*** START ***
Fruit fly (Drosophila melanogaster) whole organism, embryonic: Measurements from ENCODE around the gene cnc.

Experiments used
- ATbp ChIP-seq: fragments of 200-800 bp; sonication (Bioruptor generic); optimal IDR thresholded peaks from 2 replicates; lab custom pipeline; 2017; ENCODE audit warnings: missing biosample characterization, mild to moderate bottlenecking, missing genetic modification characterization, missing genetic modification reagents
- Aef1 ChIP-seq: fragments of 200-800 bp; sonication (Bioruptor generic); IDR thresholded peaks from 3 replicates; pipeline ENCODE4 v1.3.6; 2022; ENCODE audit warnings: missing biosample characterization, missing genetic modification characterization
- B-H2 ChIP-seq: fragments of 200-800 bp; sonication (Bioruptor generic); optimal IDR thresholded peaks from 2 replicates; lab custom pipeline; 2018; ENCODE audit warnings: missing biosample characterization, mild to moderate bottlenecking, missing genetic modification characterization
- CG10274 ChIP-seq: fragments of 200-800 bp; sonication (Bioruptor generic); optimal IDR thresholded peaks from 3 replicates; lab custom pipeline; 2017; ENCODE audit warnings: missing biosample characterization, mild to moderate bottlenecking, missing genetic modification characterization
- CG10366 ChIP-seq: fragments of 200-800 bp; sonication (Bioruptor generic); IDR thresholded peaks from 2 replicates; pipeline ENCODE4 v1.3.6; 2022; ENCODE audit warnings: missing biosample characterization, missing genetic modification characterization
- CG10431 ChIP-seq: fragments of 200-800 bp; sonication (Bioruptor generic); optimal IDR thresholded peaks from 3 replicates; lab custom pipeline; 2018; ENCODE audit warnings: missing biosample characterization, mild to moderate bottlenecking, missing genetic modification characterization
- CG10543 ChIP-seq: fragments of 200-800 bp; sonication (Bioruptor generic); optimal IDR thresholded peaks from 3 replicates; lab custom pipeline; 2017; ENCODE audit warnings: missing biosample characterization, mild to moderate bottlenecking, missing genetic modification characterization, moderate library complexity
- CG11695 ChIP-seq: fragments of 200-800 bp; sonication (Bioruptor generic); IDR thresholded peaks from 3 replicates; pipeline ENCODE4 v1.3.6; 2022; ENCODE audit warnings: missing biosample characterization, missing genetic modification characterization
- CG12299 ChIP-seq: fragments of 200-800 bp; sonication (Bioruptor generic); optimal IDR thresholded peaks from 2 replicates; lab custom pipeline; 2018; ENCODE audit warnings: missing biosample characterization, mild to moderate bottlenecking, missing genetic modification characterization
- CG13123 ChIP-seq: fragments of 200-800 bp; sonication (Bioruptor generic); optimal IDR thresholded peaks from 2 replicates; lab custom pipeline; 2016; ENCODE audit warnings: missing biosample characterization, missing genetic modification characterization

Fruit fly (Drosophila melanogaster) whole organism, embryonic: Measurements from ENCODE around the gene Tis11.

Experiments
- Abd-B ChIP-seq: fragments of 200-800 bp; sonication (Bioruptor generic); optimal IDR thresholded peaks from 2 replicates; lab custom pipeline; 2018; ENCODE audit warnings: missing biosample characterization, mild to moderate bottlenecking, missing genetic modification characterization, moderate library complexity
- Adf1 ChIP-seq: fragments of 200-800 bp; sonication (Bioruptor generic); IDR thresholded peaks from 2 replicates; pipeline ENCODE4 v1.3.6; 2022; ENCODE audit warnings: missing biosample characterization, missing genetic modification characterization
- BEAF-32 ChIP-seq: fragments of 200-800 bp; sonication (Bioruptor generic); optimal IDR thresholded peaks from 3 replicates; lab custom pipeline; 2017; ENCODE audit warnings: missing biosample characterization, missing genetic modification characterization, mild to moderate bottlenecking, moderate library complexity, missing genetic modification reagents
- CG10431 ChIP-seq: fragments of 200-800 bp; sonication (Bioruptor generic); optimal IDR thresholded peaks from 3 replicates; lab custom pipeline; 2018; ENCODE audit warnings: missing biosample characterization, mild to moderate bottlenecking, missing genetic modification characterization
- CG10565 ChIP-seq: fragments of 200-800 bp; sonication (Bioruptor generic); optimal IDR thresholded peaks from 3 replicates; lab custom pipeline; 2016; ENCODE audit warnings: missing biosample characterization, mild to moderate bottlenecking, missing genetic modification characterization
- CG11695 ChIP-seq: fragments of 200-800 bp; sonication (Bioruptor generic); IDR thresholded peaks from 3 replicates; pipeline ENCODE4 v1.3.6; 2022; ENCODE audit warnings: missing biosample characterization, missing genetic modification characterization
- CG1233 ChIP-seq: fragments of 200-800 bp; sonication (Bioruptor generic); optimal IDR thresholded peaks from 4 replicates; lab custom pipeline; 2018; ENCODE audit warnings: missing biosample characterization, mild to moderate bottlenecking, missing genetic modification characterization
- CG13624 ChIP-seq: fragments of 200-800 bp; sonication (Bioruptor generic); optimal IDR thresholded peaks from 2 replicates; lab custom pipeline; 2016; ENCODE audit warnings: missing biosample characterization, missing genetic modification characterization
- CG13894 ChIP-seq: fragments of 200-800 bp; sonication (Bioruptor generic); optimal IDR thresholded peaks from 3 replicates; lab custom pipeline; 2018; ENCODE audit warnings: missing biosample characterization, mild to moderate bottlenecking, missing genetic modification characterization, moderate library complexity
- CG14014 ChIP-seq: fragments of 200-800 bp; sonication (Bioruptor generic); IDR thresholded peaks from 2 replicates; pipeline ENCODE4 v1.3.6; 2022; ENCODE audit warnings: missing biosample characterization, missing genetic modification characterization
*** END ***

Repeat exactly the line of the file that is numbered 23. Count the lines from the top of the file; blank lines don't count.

- CG13894 ChIP-seq: fragments of 200-800 bp; sonication (Bioruptor generic); optimal IDR thresholded peaks from 3 replicates; lab custom pipeline; 2018; ENCODE audit warnings: missing biosample characterization, mild to moderate bottlenecking, missing genetic modification characterization, moderate library complexity